• Support PF! Buy your school textbooks, materials and every day products Here!

Definition of differentiation

  • Thread starter omri3012
  • Start date
  • #1
62
0

Homework Statement



By the formal definition of differentiation Prove that if f differentiable in c and f(c)[tex]\neq0[/tex] then |f| differentiable in c.



The Attempt at a Solution



I know that if f differentiable do it also continues but I stuck because this fact correct necessarily only for one direction...
 

Answers and Replies

  • #2
quasar987
Science Advisor
Homework Helper
Gold Member
4,773
8


Let c be such that f(c) is not 0. Recall that since f is differentiable, it is continuous.

Suppose first that f(c) >0. Intuitively, the fact that f is continuous implies that as you wobble a little around c, f wobbles a little around f(c), and so for small enough wobbling around c, f should remain of the same sign as f(c). In other words, if our understanding of continuity is correct, we should be able to prove that there exists an [itex]\epsilon>0[/itex] such that f(x)>0 for all x in [itex](c-\epsilon,c+\epsilon)[/itex]. In particular, this means that |f(c+h)|=f(c+h) for small enough h.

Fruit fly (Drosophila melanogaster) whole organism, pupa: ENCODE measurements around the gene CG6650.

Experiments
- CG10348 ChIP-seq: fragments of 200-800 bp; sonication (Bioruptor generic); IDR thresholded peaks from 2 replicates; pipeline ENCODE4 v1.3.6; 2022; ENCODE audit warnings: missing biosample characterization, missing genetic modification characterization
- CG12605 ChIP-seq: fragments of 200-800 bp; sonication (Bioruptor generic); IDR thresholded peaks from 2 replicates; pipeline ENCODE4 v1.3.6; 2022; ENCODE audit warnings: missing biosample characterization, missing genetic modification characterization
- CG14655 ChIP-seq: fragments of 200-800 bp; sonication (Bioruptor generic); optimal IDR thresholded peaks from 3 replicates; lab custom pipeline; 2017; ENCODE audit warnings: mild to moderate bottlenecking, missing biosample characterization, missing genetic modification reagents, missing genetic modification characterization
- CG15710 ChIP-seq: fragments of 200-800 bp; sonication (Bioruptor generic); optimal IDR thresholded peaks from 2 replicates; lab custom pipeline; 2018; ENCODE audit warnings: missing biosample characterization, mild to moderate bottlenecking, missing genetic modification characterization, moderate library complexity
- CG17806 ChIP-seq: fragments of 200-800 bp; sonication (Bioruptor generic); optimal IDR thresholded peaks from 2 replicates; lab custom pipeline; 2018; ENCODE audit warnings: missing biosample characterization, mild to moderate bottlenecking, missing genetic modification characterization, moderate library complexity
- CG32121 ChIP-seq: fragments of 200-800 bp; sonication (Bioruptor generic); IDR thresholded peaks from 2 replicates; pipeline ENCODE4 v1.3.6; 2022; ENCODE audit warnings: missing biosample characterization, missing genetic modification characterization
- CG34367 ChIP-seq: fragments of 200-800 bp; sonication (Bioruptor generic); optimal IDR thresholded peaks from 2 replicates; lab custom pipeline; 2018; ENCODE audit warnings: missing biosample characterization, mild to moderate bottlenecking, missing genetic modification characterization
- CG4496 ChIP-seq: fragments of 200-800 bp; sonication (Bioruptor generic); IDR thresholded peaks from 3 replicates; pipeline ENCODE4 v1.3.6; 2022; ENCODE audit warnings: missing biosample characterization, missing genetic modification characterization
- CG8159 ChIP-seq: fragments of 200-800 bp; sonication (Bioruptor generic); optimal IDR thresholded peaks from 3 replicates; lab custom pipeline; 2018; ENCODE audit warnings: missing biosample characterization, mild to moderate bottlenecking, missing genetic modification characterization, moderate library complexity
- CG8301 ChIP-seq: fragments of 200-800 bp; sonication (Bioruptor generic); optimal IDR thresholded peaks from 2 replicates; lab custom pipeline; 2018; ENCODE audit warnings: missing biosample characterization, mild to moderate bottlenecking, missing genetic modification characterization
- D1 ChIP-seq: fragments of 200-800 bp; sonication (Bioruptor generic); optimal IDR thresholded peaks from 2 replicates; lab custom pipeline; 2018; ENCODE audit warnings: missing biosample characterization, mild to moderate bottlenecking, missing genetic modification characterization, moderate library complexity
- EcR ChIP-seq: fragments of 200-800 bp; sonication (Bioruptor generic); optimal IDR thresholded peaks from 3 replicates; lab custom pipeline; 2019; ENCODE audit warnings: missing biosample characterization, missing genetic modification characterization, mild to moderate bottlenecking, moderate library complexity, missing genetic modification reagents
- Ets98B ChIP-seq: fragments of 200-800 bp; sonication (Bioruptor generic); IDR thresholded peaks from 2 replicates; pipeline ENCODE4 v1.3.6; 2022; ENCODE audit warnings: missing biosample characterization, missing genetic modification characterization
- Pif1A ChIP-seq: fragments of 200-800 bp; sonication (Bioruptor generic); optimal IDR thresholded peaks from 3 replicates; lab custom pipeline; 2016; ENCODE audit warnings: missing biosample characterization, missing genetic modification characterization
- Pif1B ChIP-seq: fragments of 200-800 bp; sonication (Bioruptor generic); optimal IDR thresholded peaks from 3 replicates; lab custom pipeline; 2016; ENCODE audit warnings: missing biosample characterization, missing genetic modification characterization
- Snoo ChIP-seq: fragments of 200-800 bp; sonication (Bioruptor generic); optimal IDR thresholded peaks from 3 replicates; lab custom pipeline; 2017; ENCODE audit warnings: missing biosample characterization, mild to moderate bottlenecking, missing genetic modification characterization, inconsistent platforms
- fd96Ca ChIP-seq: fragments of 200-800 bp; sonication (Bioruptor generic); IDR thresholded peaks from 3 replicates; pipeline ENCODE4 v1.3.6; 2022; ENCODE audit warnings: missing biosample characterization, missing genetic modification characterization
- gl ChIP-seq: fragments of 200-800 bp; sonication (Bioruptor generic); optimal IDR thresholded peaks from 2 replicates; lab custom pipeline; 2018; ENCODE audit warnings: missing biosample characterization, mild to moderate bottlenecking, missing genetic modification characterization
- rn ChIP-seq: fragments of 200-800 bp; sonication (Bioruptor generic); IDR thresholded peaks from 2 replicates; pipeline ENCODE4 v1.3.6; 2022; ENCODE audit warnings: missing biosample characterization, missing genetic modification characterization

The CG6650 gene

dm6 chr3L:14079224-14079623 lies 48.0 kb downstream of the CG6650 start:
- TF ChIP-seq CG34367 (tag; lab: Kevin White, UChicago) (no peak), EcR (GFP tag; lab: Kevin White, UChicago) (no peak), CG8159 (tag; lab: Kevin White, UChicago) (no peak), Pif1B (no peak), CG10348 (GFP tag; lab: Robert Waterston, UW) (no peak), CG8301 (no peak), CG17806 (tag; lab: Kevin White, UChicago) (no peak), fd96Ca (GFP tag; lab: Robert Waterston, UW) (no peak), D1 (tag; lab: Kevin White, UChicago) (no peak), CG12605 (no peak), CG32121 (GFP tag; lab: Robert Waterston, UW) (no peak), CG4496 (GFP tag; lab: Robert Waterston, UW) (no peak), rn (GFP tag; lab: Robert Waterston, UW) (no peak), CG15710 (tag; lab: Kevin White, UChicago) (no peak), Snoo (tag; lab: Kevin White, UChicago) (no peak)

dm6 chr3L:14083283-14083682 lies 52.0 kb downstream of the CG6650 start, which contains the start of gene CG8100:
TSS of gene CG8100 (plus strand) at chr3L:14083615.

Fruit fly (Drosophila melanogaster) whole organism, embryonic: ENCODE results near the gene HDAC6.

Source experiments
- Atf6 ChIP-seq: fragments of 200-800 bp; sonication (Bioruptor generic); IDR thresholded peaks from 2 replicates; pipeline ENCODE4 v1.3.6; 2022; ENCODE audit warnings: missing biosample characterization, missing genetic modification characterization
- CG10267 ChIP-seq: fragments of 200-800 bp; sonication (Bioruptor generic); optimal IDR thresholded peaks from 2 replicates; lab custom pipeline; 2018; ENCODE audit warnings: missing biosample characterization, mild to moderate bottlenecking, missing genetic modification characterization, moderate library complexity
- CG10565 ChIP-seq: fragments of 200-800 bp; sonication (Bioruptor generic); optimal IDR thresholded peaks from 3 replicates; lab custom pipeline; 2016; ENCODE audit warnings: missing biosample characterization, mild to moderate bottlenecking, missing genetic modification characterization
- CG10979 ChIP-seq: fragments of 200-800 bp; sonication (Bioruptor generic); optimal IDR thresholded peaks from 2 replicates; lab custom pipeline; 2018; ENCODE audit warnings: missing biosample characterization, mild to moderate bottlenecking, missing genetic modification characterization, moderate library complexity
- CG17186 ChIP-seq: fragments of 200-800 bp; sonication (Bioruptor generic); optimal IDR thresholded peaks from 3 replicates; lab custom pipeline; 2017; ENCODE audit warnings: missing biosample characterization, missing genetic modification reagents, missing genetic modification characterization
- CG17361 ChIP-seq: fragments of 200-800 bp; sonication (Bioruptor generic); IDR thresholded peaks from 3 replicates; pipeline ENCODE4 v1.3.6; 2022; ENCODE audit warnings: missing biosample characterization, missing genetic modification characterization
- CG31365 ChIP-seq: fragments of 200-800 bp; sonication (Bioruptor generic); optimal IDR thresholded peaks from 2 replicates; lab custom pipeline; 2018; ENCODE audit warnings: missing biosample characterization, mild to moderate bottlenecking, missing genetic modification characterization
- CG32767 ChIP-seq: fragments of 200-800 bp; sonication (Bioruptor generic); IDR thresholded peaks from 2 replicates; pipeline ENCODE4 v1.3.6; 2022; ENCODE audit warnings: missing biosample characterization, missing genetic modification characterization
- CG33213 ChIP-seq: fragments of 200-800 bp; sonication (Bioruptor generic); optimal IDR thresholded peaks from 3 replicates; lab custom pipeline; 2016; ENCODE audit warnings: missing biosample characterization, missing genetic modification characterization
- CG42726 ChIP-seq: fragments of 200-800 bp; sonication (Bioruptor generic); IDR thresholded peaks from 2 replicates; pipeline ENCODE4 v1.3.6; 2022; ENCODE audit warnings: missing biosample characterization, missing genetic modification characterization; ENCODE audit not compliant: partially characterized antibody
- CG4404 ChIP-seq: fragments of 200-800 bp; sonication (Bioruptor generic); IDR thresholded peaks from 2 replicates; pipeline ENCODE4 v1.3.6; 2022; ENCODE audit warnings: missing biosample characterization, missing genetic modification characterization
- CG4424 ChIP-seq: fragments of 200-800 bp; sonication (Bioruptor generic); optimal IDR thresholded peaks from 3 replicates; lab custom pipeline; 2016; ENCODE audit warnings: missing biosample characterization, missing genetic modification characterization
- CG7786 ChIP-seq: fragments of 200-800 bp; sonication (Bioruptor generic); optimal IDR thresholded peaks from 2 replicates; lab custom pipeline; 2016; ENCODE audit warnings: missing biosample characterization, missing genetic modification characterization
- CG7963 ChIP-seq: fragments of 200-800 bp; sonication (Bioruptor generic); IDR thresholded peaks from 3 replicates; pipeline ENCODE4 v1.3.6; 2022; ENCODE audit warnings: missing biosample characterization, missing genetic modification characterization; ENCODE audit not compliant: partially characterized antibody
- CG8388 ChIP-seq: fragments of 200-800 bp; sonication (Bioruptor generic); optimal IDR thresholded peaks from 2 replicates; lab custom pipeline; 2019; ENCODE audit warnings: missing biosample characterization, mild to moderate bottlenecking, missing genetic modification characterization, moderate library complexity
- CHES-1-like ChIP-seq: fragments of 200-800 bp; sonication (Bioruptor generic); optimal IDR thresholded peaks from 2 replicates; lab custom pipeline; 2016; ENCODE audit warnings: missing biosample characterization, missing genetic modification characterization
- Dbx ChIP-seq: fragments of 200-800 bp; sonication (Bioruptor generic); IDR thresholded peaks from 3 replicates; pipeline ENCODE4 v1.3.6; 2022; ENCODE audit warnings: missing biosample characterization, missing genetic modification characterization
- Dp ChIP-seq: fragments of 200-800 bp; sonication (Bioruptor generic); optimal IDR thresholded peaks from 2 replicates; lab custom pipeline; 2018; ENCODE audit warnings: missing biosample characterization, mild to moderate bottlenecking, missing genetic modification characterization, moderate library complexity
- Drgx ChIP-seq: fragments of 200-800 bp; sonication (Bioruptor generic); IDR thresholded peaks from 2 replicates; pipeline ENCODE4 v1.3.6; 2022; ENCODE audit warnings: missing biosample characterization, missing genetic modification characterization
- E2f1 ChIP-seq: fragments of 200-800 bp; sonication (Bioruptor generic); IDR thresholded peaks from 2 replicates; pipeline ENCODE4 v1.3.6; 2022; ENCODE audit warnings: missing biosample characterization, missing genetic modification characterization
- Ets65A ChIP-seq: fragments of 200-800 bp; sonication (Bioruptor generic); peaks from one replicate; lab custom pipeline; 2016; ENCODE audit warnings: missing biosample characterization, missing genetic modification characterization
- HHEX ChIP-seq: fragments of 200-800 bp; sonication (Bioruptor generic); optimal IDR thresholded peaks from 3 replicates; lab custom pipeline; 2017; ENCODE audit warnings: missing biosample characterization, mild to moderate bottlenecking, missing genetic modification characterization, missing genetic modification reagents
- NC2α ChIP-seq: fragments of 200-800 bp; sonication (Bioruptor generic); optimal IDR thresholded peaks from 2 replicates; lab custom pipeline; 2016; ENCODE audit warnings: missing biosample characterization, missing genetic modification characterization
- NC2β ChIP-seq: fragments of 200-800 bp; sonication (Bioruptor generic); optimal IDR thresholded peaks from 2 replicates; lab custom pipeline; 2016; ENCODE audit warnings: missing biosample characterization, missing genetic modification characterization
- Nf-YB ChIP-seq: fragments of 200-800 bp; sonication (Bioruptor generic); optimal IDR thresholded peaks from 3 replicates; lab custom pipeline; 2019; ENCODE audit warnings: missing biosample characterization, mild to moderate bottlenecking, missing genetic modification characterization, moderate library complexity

And in the same way, we can show that if f(c)<0, then |f(c+h)|=-f(c+h) for small enough h.

Hopefully, you see how you can use this to calculate the derivative of |f| at c.
 
  • #3
62
0


Thanks,

That was very helpful :)
 
Last edited:

Related Threads for: Definition of differentiation

Replies
2
Views
2K
Replies
1
Views
7K
Replies
3
Views
3K
Replies
3
Views
1K
Replies
4
Views
1K
Replies
4
Views
2K
Replies
2
Views
1K
Top